on June 28, 2015 :
An intriguing and daring novelette that will be an uncomfortable read for most readers. Uncomfortable in way like Lolita or The Wasp Factory.
It's dense, it' s brainy and you'll need to keep paying attention at different levels. Even than you will probably need to read it twice.
The protagonist isn't even close to being likable. The universe created in this story and especially the part about the afterlife is disturbing in a way that will stick in your mind for days after reading this short read.
The heavy handed use of christian religious lingo combined with the essentially non-religious depiction of christian deities and the afterlife (somewhere halfway between a 1960s psychedelic drug related theme and modern string-theory inspired science fiction) will add significantly to the discomfort.
I don't think there will be many people who will 'enjoy' the experience of reading this novelette. Its the kind of story though that has the capacity to really mess with and stick in your mind.
I think the author could have skipped the epilogue and make it even more uncomfortable (in a good way). The epilogue adds a kind of happy ending that I feel detracts from the disturbing quality of this short work of fiction.
(review of free book)
on March 20, 2015 :
So much conflict between the potential and the result.
Atheist Afterlife has so many problems that I find it very difficult to give it a rating in good conscience. It has an idea, it has a destination, but it does not seem to know how to get from A to B. I am trying to restrain myself from descending into nastiness when I speak of what is wrong with it. But this is a difficult thing to do, and unfortunately I am not able to recommend the story to friends in good conscience.
It is very confusing to try and speak of the message of the story. Does Rob Meijer want to beat the audience's head with a "ha ha all atheists are fools" tone? Or is he trying to convey that the believers are so limited in their imagination that they do not see what they see, so to speak? It is really quite confusing and difficult.
The plot, near as I can discern, goes something like this. A brilliant research scientist is diagnosed with a terminal disease that eats away at his ability to perform research. Said disease also takes his wife, children, and indeed most if not all of his family, but the exact nature or mechanism of the disease is never explored. Indeed, aside from one character through whom the scientist contemplates the possibility of his work being continued, we really never explore the characters nor the research scientist as people.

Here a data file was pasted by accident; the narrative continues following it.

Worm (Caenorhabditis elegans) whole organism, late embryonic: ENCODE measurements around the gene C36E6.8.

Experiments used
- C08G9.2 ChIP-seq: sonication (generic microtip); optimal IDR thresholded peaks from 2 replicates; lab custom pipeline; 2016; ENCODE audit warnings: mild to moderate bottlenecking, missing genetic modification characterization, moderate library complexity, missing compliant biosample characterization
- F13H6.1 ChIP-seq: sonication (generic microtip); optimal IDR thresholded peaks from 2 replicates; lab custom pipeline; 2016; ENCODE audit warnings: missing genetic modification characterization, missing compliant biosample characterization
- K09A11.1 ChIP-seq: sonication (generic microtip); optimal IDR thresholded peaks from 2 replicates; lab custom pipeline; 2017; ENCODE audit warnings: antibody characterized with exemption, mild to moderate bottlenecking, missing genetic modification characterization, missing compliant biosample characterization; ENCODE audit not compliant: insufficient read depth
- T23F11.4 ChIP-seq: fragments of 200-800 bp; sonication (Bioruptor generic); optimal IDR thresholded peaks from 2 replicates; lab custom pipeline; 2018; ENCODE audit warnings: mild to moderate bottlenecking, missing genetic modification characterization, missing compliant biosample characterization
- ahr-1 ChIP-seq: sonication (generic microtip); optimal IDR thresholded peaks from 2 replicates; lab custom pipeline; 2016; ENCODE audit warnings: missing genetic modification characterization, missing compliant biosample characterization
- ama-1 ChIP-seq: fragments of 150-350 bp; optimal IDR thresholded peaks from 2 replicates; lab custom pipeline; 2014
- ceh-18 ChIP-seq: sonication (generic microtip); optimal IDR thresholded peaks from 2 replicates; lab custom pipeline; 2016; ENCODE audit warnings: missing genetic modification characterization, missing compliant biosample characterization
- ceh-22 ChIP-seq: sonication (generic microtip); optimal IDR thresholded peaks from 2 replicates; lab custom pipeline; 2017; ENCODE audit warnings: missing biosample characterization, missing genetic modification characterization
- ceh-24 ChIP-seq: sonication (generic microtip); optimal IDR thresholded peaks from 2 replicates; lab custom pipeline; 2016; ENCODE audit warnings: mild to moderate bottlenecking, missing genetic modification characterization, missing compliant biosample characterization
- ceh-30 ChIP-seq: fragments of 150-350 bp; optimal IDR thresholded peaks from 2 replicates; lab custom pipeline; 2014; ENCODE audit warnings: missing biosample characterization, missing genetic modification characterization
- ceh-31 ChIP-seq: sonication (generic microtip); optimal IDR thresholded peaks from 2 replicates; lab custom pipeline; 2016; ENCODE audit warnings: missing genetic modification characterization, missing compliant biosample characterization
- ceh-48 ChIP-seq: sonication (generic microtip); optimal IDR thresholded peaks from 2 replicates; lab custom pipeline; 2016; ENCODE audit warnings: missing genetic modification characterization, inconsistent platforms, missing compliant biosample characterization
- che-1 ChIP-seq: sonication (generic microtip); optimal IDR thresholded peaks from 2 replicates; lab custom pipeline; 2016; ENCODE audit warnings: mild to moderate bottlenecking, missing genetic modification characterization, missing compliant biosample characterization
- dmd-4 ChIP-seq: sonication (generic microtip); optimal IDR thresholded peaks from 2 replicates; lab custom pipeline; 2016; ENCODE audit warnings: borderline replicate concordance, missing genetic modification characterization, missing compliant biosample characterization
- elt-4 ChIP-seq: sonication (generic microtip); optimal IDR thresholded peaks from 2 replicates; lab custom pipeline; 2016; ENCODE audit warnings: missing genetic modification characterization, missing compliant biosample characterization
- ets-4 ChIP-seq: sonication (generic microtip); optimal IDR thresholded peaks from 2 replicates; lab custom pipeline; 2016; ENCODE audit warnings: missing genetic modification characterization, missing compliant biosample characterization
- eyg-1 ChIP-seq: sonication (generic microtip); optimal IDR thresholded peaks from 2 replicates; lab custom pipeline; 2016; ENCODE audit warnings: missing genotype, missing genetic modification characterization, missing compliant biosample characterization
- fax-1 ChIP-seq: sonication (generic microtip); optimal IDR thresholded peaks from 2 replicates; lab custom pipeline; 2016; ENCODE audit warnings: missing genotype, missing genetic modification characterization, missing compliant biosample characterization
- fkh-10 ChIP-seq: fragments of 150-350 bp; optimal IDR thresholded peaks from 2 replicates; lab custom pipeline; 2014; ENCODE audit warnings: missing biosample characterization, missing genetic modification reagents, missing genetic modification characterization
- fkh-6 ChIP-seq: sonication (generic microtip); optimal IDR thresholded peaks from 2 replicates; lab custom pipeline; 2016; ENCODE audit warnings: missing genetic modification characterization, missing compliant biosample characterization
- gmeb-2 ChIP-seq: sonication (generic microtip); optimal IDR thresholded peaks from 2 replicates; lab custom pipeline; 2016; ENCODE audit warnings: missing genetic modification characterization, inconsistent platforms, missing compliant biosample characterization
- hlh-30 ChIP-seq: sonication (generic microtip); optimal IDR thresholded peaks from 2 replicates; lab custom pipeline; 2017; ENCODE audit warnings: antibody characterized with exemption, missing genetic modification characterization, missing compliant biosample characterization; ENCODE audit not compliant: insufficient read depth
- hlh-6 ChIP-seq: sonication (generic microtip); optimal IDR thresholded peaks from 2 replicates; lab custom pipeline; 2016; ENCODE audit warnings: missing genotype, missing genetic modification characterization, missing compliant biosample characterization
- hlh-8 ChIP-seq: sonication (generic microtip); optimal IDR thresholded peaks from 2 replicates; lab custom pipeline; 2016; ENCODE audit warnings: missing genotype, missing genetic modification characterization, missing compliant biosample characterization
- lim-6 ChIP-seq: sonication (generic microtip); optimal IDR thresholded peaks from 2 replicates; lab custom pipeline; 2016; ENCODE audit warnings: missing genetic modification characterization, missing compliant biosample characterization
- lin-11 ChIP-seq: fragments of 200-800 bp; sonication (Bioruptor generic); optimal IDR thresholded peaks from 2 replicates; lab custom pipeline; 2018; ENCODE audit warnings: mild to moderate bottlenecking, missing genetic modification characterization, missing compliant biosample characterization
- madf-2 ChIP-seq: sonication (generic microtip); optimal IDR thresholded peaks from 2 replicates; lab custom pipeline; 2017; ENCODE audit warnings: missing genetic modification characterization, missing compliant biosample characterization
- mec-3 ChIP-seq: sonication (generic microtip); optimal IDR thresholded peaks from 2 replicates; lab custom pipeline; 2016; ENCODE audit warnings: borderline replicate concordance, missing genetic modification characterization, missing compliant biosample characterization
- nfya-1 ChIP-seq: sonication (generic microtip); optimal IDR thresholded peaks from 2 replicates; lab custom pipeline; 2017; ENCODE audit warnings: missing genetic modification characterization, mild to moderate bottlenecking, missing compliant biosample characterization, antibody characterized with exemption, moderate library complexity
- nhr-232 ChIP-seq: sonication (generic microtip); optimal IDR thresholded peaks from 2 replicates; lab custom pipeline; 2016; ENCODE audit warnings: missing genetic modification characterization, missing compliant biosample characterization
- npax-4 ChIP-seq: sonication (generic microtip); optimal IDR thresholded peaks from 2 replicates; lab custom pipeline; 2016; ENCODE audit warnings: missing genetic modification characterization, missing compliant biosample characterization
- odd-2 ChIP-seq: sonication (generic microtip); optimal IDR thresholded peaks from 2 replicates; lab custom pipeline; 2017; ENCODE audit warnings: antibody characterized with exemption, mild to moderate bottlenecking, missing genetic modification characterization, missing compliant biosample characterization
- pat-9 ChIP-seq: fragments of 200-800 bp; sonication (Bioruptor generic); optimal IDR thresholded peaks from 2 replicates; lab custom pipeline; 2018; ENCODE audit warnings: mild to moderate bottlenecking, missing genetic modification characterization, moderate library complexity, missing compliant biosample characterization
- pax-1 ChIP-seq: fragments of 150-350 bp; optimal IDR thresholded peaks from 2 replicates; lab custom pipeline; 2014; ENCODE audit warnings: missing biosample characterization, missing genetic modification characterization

I will give you a sample of the text in order to clarify my point.
"No, religion was not being purged from the world as David had set out to do, for from it. It was being cleansed of misinterpretations and broken lines that had diluted old rituals for milennia. More importantly, bad doctrine was being purged from the world. Science and religion were quickly becoming one, and humanity was setting out to take up a much more central place in creation than it ever had."
This is literally the third to last paragraph in the story, and the problem is that the entire story is written like this. There is no device by which the central protagonist grows more confused or spaced-out as the story progresses. In fact, through the whole tell rather than show manner, the story never reaches anything beyond "I want to convince you of a compatibility between science and religion". And even THAT, I am uncertain is what the author aims for.
Simply put, this story should never have been published. It is not even a narrative. At best, it is a collection of thought processes from inside the head of a narrator. At no point does it do anything to support any of the statements it makes through its protagonist. It simply muses on and on about the character's thoughts and feelings as perhaps four central events take place around said author.
I will give this author credit for trying, as there is a story concept buried in here that I am certain I myself could make a great fruit out of by proxy of Kronisk or Linula, my two hell-in-a-teacup concept characters. But because we are never told what mysterious illness kills the protagonist or how it works, what the protagonist's research does, or why we should believe in the reality the protagonist finds himself in after he dies, it is really hard to say anything complimentary about the end result.
My final comment here is that the story needs far more fleshing out and exploration in terms of its characters and what motivates them. But I feel frightened to say that largely because the writing style, which I believe I have sufficiently quoted, is not going to improve any over the span of a hundred thousand words. I believe that Mister Meijer could write an interesting piece of work along these lines. But first, he needs to sit down and really think about every aspect of his writing style.
Hence, I am giving Atheist Afterlife two stars. There is a redeemable idea here that could be done well. But on the basis of this short volume, I believe a lot more work is needed.
(reviewed 2 days after purchase)